Northwestern University in Qatar’s seventh annual Media Use in the Middle East survey reveals that fewer MENA nationals identify as culturally conservative, they are less likely to trust their own country’s mass media outlets, and they are more likely to get news from social media and social media influencers than newspapers.

In addition, at least half of Arab nationals in each country surveyed read posts from social media influencers, but more do so for their product and service recommendations rather than for their views. And Qataris prove to be outliers on a greater number of behavioral and attitudinal variables since a blockade was imposed on the country in 2017 by several Arab countries.

“NU-Q’s Media Use in the Middle East 2019 reveals a dynamic MENA media environment, one reflecting rapid development in technology, as well as the considerable impact of geopolitics on information consumption patterns and preferences,” said Everette E. Dennis, dean and CEO of NU-Q. “We’ve uncovered significant – and in some cases surprising – shifts in attitudes about free expression online, trust in news sources, culture, and media habits. These findings should be of great interest to scholars, businesses, governments and other thought leaders focused on the region.”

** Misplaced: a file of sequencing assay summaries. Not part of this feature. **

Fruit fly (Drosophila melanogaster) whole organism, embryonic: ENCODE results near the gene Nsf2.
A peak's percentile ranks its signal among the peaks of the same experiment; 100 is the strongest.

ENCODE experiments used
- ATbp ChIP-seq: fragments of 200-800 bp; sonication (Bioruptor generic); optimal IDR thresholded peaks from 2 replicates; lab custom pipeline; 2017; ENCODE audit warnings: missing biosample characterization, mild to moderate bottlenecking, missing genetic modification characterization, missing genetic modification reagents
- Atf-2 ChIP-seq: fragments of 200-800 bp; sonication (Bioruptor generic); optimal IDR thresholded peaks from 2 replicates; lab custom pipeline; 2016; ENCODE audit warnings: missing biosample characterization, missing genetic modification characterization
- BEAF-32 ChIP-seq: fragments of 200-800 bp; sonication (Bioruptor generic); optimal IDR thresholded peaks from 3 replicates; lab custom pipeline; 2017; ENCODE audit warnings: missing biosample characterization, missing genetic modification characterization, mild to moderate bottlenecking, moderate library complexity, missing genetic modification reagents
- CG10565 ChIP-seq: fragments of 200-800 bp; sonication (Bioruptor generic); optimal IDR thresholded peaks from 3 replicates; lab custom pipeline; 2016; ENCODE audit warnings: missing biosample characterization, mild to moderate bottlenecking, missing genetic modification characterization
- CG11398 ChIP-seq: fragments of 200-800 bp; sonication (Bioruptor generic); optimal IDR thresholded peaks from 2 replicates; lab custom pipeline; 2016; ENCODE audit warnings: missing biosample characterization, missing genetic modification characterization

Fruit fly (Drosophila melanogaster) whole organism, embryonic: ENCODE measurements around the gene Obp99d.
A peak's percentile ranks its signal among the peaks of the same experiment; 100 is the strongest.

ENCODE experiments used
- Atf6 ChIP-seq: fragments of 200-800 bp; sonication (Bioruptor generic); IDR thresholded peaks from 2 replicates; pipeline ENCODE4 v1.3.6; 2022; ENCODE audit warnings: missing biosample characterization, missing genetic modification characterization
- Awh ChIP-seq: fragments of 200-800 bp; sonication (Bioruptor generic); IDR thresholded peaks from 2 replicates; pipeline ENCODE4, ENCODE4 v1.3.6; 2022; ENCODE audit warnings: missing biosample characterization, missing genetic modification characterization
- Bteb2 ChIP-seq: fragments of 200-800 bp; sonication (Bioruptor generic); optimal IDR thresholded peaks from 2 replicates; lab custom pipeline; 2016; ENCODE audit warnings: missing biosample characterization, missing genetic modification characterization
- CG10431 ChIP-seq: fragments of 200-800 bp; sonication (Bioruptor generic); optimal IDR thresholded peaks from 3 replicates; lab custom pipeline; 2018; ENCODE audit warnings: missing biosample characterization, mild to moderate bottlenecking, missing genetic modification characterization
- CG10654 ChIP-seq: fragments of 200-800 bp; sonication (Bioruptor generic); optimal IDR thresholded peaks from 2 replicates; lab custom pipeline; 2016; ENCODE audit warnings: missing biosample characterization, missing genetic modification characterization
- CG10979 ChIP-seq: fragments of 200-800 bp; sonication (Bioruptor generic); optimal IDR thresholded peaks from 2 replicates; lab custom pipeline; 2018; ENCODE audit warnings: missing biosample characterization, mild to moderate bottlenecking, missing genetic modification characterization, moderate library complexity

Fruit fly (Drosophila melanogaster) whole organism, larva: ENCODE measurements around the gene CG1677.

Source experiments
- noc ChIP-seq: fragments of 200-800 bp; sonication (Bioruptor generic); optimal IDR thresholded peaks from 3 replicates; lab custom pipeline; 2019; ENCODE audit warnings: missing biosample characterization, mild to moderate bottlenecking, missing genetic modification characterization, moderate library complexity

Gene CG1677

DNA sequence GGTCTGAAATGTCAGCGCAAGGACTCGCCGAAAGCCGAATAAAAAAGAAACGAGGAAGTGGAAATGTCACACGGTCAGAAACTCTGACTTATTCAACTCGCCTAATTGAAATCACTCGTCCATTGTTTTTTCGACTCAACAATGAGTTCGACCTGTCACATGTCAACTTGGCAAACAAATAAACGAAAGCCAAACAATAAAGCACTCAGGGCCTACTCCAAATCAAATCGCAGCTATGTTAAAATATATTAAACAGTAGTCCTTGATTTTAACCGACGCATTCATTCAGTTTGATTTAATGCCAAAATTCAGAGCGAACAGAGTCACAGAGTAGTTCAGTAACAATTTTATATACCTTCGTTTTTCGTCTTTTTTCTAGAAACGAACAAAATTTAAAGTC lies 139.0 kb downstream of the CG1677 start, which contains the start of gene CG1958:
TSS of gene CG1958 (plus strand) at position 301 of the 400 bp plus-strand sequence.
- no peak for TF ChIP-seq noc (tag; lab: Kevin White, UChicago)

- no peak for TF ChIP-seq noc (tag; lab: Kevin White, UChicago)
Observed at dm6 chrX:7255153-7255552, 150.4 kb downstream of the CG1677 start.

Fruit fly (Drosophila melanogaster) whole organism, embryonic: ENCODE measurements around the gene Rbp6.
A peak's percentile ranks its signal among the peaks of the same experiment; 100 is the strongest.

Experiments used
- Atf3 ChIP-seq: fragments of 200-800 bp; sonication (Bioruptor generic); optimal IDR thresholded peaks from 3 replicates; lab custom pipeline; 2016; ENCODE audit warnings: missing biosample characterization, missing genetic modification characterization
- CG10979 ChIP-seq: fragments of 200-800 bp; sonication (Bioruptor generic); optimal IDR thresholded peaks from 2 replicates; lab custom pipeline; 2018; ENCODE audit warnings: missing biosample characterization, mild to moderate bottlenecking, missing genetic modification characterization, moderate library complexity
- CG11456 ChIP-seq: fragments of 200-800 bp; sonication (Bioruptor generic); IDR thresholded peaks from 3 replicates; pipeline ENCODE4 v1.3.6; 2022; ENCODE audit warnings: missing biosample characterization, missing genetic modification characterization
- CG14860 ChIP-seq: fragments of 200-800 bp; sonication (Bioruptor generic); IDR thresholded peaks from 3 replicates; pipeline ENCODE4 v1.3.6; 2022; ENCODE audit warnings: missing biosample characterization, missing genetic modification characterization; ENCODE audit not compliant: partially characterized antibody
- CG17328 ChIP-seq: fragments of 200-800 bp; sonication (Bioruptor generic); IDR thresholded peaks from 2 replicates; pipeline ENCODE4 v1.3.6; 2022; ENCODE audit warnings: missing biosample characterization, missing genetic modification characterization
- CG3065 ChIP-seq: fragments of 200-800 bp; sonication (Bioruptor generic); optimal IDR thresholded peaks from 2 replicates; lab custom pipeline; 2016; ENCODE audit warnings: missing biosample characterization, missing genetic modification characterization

The seventh annual media use survey was conducted face-to-face (phone in Qatar) among 7,303 respondents across seven countries: Egypt, Jordan, Lebanon, Qatar, Saudi Arabia, Tunisia, and United Arab Emirates. The survey was conducted by The Harris Poll from June 20 to October 06, 2019.

The report offers chapters covering bias and credibility, digital privacy, free speech, internet use, media use, news, social media, and social media influencers. There is also one section focusing just on Qatar.

Key findings from the report include:

  • Cultural Attitudes. Compared to 2015, fewer nationals now describe themselves as culturally conservative, and more identity as culturally progressive. Qatar saw a dramatic drop in those self-reporting as culturally conservative – 44%, down from 75% in 2015. Meanwhile, Saudi Arabia revealed a significant rise in cultural progressivism – 28% up from 15% in 2015, with cultural conservativism falling from 60% to 41% in the same time period.
  • Trust in News Media. Trust in national news media – i.e., newspapers, TV and radio – fell in several countries. Qatar showed a significant drop (74% in 2017, down to 62% in 2019), as did Tunisia (56% to 44%). In contrast, trust levels in the UAE remained very high (94% in 2017 and 92% in 2019). Overall, 61% of nationals say they trust media in their own country, 48% in media from other Arab nations, and 49% in outlets from Western countries.
  • Right Direction versus Wrong Track. Large majorities of Arab Gulf nationals say their country is headed in the right direction (94% in the UAE, 89% in Saudi Arabia, and 76% in Qatar). These attitudes contrast dramatically with Jordan (48%), Tunisia (24%), and Lebanon (6%).